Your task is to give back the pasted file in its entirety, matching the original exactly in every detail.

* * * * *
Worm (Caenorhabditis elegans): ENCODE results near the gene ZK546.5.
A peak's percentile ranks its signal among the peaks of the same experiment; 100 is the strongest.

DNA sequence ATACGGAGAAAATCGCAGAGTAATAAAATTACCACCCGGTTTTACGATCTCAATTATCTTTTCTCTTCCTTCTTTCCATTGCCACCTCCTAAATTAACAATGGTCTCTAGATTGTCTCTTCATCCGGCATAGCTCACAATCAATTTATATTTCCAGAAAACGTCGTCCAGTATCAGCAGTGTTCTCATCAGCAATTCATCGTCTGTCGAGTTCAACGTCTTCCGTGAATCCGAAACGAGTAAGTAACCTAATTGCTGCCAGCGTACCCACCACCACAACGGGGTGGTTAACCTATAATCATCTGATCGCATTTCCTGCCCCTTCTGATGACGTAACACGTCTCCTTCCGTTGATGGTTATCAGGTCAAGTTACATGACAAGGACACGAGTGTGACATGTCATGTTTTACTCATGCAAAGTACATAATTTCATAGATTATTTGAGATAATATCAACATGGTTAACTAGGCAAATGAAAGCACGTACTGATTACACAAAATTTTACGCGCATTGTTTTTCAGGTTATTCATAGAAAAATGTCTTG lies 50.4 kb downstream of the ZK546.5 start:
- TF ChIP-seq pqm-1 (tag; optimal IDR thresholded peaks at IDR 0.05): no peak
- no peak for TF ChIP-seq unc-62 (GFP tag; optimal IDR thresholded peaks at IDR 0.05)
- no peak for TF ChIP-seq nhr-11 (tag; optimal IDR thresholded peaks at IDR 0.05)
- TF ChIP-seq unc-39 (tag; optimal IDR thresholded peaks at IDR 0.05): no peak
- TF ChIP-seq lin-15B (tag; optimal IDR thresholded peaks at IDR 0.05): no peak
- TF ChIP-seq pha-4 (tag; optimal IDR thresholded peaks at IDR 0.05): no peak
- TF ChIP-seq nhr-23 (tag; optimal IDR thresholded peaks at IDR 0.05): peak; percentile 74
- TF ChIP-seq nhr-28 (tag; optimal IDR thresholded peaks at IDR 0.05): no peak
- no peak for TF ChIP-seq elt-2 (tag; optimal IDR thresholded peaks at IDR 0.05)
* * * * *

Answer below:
Worm (Caenorhabditis elegans): ENCODE results near the gene ZK546.5.
A peak's percentile ranks its signal among the peaks of the same experiment; 100 is the strongest.

DNA sequence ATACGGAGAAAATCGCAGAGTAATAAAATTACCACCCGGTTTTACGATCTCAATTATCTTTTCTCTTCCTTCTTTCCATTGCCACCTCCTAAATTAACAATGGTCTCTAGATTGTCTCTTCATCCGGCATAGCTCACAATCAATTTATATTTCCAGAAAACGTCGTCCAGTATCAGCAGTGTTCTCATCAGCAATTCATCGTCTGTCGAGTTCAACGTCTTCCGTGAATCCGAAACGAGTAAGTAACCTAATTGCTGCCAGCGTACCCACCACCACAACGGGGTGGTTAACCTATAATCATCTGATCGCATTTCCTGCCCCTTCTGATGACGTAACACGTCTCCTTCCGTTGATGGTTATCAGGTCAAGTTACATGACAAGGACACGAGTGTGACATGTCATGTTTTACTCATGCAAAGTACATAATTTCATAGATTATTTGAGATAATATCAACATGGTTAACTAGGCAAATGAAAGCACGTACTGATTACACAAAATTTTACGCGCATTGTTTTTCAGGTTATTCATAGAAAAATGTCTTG lies 50.4 kb downstream of the ZK546.5 start:
- TF ChIP-seq pqm-1 (tag; optimal IDR thresholded peaks at IDR 0.05): no peak
- no peak for TF ChIP-seq unc-62 (GFP tag; optimal IDR thresholded peaks at IDR 0.05)
- no peak for TF ChIP-seq nhr-11 (tag; optimal IDR thresholded peaks at IDR 0.05)
- TF ChIP-seq unc-39 (tag; optimal IDR thresholded peaks at IDR 0.05): no peak
- TF ChIP-seq lin-15B (tag; optimal IDR thresholded peaks at IDR 0.05): no peak
- TF ChIP-seq pha-4 (tag; optimal IDR thresholded peaks at IDR 0.05): no peak
- TF ChIP-seq nhr-23 (tag; optimal IDR thresholded peaks at IDR 0.05): peak; percentile 74
- TF ChIP-seq nhr-28 (tag; optimal IDR thresholded peaks at IDR 0.05): no peak
- no peak for TF ChIP-seq elt-2 (tag; optimal IDR thresholded peaks at IDR 0.05)